QUESTION:  We’re joined now by the Secretary of State Antony Blinken.  Antony, Mr. Secretary, thank you for joining us this morning.  Let’s begin with that green light to Sweden’s membership to NATO.  How important a breakthrough is this?

SECRETARY BLINKEN:  George, as a result, our Alliance is stronger, it’s bigger with the addition of Sweden on top of Finland, it’s more united than it’s ever been, and among other things, that sends a very strong message to Vladimir Putin that he’s not going to outlast Ukraine, he’s not going to outlast NATO.  We’re committed to supporting Ukraine in this war of aggression by Russia against Ukraine and we’re committed to making sure that our Alliance – our defensive Alliance is as strong as possible in case there’s any further Russian aggression.

QUESTION:  As you know, President Zelenskyy of Ukraine would like the United States to go even farther, pushing hard for NATO membership.  The President said over the weekend – President Biden – that he doesn’t believe Ukraine is ready.  When will they be ready?  What kind of assurances can you give them coming out of this summit?

SECRETARY BLINKEN:  George, I think you’re going to see a few things coming out of the summit.  First, a very robust package of support both political and practical for Ukraine.  Second, when it comes to membership, I think the summit will take note of the progress that Ukraine has made, which has been significant, and at the same time, the fact that work remains to be done in terms of reforming its military, reforming its – and strengthening its democracy.

So all of that will be coming out of the summit, but you’ve got a unified Alliance that is going to demonstrate in very practical ways its enduring support for Ukraine, including the path to membership.

QUESTION:  Is the real concern right now that allowing Ukraine into NATO right now would put us even more directly into conflict with Russia?

SECRETARY BLINKEN:  Well, President Biden has been very clear about this, and in fact, the Ukrainians have too that in the midst of a war, you’re not going to take the membership step.  But at the same time, beyond that – and the Ukrainians acknowledge this as well – they still have work to do in terms of reforming their security sector and in terms of deep-rooting their democracy that’s going to be important to all the Allies.  But the Allies are united and many other countries even beyond NATO are united in their support for Ukraine and making sure that they have what they need to deal with the Russian aggression, to take back territory that’s been seized, and to continue down the path that they’ve been on, which is integrating more and more with Europe, with the West, with its institutions.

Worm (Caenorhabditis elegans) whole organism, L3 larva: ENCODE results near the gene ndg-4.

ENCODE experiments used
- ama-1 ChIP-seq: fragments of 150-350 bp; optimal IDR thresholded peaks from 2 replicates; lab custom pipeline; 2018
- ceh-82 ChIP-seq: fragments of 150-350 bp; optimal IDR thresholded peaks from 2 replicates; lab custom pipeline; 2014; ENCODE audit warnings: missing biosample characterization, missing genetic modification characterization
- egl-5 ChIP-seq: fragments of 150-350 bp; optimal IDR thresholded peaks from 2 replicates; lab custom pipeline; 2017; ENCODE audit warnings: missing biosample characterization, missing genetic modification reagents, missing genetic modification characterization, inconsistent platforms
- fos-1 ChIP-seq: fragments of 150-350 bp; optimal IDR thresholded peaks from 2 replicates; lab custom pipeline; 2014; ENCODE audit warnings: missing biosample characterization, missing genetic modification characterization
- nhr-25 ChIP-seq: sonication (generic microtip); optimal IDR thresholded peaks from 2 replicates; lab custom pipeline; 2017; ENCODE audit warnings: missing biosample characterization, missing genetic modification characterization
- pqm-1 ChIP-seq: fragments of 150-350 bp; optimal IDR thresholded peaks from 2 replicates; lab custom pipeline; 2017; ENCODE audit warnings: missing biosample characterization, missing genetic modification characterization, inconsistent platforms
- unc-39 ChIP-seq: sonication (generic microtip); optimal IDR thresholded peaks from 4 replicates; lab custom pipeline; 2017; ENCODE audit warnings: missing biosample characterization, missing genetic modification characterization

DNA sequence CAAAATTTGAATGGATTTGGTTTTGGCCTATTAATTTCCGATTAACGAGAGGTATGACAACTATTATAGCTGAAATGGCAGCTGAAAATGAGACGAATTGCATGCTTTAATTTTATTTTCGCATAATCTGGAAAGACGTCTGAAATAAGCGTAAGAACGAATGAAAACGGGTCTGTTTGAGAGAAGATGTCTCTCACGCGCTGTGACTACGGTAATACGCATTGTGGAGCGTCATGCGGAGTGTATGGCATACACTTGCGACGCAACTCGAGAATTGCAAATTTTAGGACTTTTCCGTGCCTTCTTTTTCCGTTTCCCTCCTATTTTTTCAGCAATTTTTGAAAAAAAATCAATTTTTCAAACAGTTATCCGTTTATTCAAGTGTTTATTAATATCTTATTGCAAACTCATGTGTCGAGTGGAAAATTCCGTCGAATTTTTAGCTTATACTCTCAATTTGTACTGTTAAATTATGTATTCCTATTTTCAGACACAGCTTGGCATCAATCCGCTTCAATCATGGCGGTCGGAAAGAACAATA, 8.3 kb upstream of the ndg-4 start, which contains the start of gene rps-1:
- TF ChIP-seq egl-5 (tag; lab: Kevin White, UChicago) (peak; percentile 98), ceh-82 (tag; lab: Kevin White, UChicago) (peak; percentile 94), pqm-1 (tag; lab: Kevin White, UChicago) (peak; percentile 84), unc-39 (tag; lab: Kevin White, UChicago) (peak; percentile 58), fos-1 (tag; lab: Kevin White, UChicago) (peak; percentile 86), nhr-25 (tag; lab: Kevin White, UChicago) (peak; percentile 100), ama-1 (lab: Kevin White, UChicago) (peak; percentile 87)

QUESTION:  What’s your sense of how the Ukrainian offensive is going right now?

SECRETARY BLINKEN:  These are still early weeks, and this is something that’s going to play out over many more weeks and probably many more months.  Look, I think the Ukrainians have in hand what they need to be successful.  It is tough.  It’s challenging.  The Russians have built up very strong defenses.  But at the end of the day, besides all of the support that we provided, it really comes down to this:  This is Ukraine’s land.  It’s their territory.  It’s their future.  It’s their freedom.  I think that’s the biggest difference-maker and I’m convinced you’re going to see that play out over the next weeks.

QUESTION:  We saw this news come out overnight that Vladimir Putin – President Putin – actually met with the head of the Wagner Group, Yevgeny Prigozhin.  What did you make of that, that they met after the apparent mutiny?

SECRETARY BLINKEN:  George, it’s really hard to speculate on what this means.  I think what we have seen with Prigozhin’s efforts in recent weeks is a direct challenge to Putin’s authority.  We’ve seen Prigozhin raising profound questions about the very premises that Putin has brought to this war, saying that NATO and Ukraine were never a threat to Russia, which is a fact, and it’s raised profound questions that Putin still has to answer.  I can’t tell you how this is going to play out.  I think we haven’t seen the last chapter.  What this means for Prigozhin, what it means for Wagner, what it means for President Putin remains to be seen, but it does raise all sorts of questions and it does suggest there’s some cracks in the armor.

QUESTION:  Mr. Secretary, thanks for your time this morning.

SECRETARY BLINKEN:  Thanks, George.  Good to be with you.

U.S. Department of State

The Lessons of 1989: Freedom and Our Future